Rolls-Royce R Srs
“R” of 1931
This special racing engine, first developed for the Supermarine S.6s participating in the Schneider Trophy Contest of 1929, was a development of the Buzzard, and having most moving parts in common with that engine, it differed considerably in appearance. External modifications, made in order to allow better streamlining, affected the valve covers, cylinder blocks, bottom cover and bearer feet. Auxiliaries were redisposed to reduce the depth, and the length of the reduction-gear housing was increased in order to fine down the cowling lines. The gear itself was of 6 : 1 ratio. A major factor in achieving the output of 1,900 h.p. at 2,900 r.p.m. was an entirely new supercharger.
The 1931 model gave 2,300 h.p. at 3,200 r.p.m. for a weight of only 1,630 lb. This meant that the power had increased 21 per cent for a weight increase of only 6.5 per cent, an advance obtained largely by increasing the engine speed, the supercharger gear ratio and the size of the air intake.
Rolls-Royce decided that a one-hour run at full power should be the first mark to be passed before the 1931 "R" engines could be delivered as airworthy. By the end of April the early specimens were usually lasting about 20 min before some kind of failure. By the middle of July they would still only do about half an hour non-stop; but on August 3rd a run of 58 min was accomplished at 2,360 h.p., and on August 12th one hour non-stop was completed at 2,350 h.p.
As part of the re-design of the 1931 engine, an entirely new type of connecting rod was developed, and very considerable modifications were effected in the crankshaft and crankcase, to withstand the terrific loads. "Some idea of the magnitude of the crank-chamber stresses," Flight remarked, "may be gained from the fact that the load on the centre main bearing due to centrifugal and inertia forces was no less than nine tons. Alternative bearing metals were tried, but white metal was finally made to stand up. An obscure trouble experienced at one time was sidelashing of the big-end bearings against the webs, which caused failure of the white metal on either side of the big ends."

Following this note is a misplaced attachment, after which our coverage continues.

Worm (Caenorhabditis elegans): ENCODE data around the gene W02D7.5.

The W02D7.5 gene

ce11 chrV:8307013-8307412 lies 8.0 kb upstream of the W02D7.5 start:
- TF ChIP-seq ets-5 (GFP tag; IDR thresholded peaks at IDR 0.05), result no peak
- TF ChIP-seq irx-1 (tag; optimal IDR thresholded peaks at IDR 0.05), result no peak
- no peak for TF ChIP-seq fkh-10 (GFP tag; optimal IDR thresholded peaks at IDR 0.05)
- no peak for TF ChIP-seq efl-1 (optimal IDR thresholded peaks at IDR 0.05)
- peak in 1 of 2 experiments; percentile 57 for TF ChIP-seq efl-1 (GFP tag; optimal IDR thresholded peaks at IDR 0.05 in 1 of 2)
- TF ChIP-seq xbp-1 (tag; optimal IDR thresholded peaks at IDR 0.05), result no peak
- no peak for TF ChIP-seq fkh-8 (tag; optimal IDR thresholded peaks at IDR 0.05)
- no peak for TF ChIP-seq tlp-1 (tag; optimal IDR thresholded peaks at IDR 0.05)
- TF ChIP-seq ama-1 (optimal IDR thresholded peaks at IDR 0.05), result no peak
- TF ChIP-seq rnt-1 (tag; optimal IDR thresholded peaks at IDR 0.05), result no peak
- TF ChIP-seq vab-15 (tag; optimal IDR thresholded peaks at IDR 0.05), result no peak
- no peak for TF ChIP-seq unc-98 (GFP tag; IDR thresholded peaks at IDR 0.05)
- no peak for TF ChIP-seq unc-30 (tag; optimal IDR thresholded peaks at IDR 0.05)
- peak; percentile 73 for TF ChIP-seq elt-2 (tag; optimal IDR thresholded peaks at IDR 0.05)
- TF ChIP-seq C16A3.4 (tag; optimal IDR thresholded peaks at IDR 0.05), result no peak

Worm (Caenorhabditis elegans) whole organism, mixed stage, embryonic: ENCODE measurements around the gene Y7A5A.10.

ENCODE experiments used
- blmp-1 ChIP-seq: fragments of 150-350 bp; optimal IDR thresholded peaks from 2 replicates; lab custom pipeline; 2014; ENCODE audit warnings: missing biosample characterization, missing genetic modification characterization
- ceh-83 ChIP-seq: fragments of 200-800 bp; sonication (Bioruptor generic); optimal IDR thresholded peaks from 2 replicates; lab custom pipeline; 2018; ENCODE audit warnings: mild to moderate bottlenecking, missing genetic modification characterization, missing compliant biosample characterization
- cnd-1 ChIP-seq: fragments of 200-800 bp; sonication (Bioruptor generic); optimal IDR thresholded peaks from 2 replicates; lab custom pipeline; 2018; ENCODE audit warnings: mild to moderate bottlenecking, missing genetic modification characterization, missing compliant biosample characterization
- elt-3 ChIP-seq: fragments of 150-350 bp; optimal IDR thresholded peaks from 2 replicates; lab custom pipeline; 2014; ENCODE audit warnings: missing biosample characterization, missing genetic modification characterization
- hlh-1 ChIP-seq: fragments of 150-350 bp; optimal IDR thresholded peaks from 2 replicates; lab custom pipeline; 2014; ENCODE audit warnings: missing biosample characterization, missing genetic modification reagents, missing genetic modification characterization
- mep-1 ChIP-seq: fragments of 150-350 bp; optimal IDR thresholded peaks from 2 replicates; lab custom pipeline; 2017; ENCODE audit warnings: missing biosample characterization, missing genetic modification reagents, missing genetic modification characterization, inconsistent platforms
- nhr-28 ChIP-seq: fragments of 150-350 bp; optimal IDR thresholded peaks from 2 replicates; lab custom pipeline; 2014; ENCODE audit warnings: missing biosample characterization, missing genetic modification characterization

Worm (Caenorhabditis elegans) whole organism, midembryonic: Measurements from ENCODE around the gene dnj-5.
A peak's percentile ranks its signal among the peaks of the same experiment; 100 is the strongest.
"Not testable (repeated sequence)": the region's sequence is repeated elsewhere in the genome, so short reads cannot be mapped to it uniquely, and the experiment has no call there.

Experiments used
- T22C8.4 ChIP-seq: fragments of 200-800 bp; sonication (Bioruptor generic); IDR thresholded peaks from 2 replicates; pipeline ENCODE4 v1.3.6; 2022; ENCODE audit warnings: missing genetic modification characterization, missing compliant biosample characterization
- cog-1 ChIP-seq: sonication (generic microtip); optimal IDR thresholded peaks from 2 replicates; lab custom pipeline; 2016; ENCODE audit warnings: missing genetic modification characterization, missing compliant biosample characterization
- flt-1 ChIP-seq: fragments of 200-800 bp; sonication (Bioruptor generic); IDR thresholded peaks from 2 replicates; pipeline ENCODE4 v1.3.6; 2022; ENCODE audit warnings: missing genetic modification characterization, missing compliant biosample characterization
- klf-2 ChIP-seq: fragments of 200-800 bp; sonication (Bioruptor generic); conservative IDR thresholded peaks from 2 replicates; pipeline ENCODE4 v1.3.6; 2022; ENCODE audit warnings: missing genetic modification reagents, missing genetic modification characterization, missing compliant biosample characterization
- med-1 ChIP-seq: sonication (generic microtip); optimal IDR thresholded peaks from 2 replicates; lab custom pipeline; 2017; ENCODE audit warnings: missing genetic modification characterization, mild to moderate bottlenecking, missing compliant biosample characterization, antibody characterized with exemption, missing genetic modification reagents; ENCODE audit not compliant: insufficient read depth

Considerable trouble occurred with valve springs, more than was expected, considering that the speed was raised by only 300 r.p.m.; in fact, at one time two or three would be found broken after a ten-minute run. Extensive tests were run on a valve-spring rig consisting of one cylinder block. and all aspects of design and material were thoroughly reviewed. The springs finally arrived at were somewhat reactionary, but no further failures at all were experienced on the engines after fitting them.
"The oil consumption," Flight reported, "rose to terrific figures at the 1931 speeds and powers, partly owing to great quantities lost through the breathers. On one 25-min run the oil consumption was at the rate of 112 gallons an hour. By weeks of work on combinations of scraper rings and crankcase breathers, by modification of the scavenging system, and by the final adoption of a deeper sump which filled all the available space in the machine, the consumption was reduced to about 14 gallons an hour for the final race engines. It also effected a considerable reduction in the oil temperature rise through the engine; oil entered the engine at about 80 deg C and came out at about 140 deg C. The oil used was pure castor."